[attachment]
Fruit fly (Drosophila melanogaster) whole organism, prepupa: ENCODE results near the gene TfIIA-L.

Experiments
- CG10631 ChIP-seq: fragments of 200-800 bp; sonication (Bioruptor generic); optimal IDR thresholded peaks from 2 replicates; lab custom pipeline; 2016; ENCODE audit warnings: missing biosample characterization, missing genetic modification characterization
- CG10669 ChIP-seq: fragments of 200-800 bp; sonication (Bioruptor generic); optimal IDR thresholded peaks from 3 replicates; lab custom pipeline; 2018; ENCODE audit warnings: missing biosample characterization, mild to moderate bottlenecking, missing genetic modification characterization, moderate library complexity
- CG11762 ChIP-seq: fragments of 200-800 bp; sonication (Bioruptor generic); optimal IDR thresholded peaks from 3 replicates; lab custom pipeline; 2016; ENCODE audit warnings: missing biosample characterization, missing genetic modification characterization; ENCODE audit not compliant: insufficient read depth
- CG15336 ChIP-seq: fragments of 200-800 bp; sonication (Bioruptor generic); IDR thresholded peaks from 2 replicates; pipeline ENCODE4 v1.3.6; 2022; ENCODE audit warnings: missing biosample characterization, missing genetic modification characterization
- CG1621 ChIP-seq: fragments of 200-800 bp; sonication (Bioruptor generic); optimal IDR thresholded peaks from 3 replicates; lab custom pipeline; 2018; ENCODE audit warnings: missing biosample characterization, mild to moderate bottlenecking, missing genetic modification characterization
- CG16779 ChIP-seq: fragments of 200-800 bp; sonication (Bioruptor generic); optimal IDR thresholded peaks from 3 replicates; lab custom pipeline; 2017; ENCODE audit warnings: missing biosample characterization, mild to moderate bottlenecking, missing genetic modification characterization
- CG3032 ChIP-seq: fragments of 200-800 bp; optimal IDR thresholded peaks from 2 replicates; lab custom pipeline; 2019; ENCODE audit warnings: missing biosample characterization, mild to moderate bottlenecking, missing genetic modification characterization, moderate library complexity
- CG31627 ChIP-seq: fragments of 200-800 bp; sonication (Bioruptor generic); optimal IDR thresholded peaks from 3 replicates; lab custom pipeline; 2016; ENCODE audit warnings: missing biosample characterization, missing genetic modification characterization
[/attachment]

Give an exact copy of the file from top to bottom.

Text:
Fruit fly (Drosophila melanogaster) whole organism, prepupa: ENCODE results near the gene TfIIA-L.

Experiments
- CG10631 ChIP-seq: fragments of 200-800 bp; sonication (Bioruptor generic); optimal IDR thresholded peaks from 2 replicates; lab custom pipeline; 2016; ENCODE audit warnings: missing biosample characterization, missing genetic modification characterization
- CG10669 ChIP-seq: fragments of 200-800 bp; sonication (Bioruptor generic); optimal IDR thresholded peaks from 3 replicates; lab custom pipeline; 2018; ENCODE audit warnings: missing biosample characterization, mild to moderate bottlenecking, missing genetic modification characterization, moderate library complexity
- CG11762 ChIP-seq: fragments of 200-800 bp; sonication (Bioruptor generic); optimal IDR thresholded peaks from 3 replicates; lab custom pipeline; 2016; ENCODE audit warnings: missing biosample characterization, missing genetic modification characterization; ENCODE audit not compliant: insufficient read depth
- CG15336 ChIP-seq: fragments of 200-800 bp; sonication (Bioruptor generic); IDR thresholded peaks from 2 replicates; pipeline ENCODE4 v1.3.6; 2022; ENCODE audit warnings: missing biosample characterization, missing genetic modification characterization
- CG1621 ChIP-seq: fragments of 200-800 bp; sonication (Bioruptor generic); optimal IDR thresholded peaks from 3 replicates; lab custom pipeline; 2018; ENCODE audit warnings: missing biosample characterization, mild to moderate bottlenecking, missing genetic modification characterization
- CG16779 ChIP-seq: fragments of 200-800 bp; sonication (Bioruptor generic); optimal IDR thresholded peaks from 3 replicates; lab custom pipeline; 2017; ENCODE audit warnings: missing biosample characterization, mild to moderate bottlenecking, missing genetic modification characterization
- CG3032 ChIP-seq: fragments of 200-800 bp; optimal IDR thresholded peaks from 2 replicates; lab custom pipeline; 2019; ENCODE audit warnings: missing biosample characterization, mild to moderate bottlenecking, missing genetic modification characterization, moderate library complexity
- CG31627 ChIP-seq: fragments of 200-800 bp; sonication (Bioruptor generic); optimal IDR thresholded peaks from 3 replicates; lab custom pipeline; 2016; ENCODE audit warnings: missing biosample characterization, missing genetic modification characterization